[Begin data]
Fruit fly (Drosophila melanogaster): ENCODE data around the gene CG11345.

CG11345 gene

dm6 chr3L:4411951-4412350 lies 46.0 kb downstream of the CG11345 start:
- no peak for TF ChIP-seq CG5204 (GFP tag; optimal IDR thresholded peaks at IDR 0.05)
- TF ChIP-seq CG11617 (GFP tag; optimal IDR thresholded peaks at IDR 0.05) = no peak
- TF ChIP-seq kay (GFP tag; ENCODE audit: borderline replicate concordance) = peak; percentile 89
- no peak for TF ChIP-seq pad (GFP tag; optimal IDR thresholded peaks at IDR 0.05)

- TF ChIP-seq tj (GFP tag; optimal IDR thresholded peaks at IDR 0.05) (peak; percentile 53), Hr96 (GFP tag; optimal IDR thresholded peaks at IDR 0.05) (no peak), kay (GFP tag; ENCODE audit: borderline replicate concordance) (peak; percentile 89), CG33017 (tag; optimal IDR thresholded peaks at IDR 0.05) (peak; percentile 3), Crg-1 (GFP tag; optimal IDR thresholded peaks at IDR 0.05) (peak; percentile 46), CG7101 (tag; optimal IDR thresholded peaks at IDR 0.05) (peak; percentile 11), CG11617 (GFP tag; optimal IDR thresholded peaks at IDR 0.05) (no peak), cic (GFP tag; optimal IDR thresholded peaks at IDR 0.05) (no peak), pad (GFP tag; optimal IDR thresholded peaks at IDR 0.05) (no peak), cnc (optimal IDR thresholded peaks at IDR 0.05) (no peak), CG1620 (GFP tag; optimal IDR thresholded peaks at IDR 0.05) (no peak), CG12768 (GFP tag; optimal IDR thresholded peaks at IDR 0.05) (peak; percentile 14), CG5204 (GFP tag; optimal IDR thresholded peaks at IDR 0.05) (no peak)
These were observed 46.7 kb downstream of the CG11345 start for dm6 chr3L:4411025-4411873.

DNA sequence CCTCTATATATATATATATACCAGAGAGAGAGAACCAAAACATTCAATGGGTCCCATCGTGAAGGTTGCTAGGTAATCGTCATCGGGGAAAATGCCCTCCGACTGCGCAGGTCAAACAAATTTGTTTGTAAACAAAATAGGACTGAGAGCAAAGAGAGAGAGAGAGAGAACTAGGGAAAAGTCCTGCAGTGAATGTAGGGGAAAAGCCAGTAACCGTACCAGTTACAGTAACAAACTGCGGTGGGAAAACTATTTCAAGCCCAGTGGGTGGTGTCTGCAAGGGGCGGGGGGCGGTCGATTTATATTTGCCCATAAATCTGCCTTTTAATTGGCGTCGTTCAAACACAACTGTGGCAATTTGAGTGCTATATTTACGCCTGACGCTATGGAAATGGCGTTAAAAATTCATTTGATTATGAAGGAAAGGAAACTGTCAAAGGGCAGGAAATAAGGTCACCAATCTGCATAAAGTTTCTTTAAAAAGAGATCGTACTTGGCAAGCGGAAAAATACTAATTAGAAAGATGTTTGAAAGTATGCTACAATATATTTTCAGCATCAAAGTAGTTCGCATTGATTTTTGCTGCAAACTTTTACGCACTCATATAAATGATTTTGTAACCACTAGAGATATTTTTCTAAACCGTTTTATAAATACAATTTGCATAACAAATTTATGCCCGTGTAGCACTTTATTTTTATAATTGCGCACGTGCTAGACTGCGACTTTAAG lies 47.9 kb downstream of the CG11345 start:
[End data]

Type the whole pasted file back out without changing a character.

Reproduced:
Fruit fly (Drosophila melanogaster): ENCODE data around the gene CG11345.

CG11345 gene

dm6 chr3L:4411951-4412350 lies 46.0 kb downstream of the CG11345 start:
- no peak for TF ChIP-seq CG5204 (GFP tag; optimal IDR thresholded peaks at IDR 0.05)
- TF ChIP-seq CG11617 (GFP tag; optimal IDR thresholded peaks at IDR 0.05) = no peak
- TF ChIP-seq kay (GFP tag; ENCODE audit: borderline replicate concordance) = peak; percentile 89
- no peak for TF ChIP-seq pad (GFP tag; optimal IDR thresholded peaks at IDR 0.05)

- TF ChIP-seq tj (GFP tag; optimal IDR thresholded peaks at IDR 0.05) (peak; percentile 53), Hr96 (GFP tag; optimal IDR thresholded peaks at IDR 0.05) (no peak), kay (GFP tag; ENCODE audit: borderline replicate concordance) (peak; percentile 89), CG33017 (tag; optimal IDR thresholded peaks at IDR 0.05) (peak; percentile 3), Crg-1 (GFP tag; optimal IDR thresholded peaks at IDR 0.05) (peak; percentile 46), CG7101 (tag; optimal IDR thresholded peaks at IDR 0.05) (peak; percentile 11), CG11617 (GFP tag; optimal IDR thresholded peaks at IDR 0.05) (no peak), cic (GFP tag; optimal IDR thresholded peaks at IDR 0.05) (no peak), pad (GFP tag; optimal IDR thresholded peaks at IDR 0.05) (no peak), cnc (optimal IDR thresholded peaks at IDR 0.05) (no peak), CG1620 (GFP tag; optimal IDR thresholded peaks at IDR 0.05) (no peak), CG12768 (GFP tag; optimal IDR thresholded peaks at IDR 0.05) (peak; percentile 14), CG5204 (GFP tag; optimal IDR thresholded peaks at IDR 0.05) (no peak)
These were observed 46.7 kb downstream of the CG11345 start for dm6 chr3L:4411025-4411873.

DNA sequence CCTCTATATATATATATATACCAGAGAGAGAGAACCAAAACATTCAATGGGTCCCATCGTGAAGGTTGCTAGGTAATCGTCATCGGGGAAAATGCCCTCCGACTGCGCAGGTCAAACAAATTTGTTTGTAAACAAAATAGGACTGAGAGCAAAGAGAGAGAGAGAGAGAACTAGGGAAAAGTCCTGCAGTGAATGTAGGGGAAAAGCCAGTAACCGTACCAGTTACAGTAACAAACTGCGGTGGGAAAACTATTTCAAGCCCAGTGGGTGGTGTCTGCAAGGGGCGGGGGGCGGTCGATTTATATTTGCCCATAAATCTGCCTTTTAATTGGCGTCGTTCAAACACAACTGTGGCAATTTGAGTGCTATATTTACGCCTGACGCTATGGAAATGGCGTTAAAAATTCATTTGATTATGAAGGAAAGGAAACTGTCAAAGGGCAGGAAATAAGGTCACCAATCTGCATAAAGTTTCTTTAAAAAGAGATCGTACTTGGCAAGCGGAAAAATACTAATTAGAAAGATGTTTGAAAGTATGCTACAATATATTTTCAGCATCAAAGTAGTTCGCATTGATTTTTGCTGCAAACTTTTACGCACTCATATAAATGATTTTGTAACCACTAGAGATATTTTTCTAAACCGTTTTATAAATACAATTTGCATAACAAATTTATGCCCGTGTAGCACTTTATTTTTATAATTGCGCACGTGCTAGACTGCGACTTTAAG lies 47.9 kb downstream of the CG11345 start: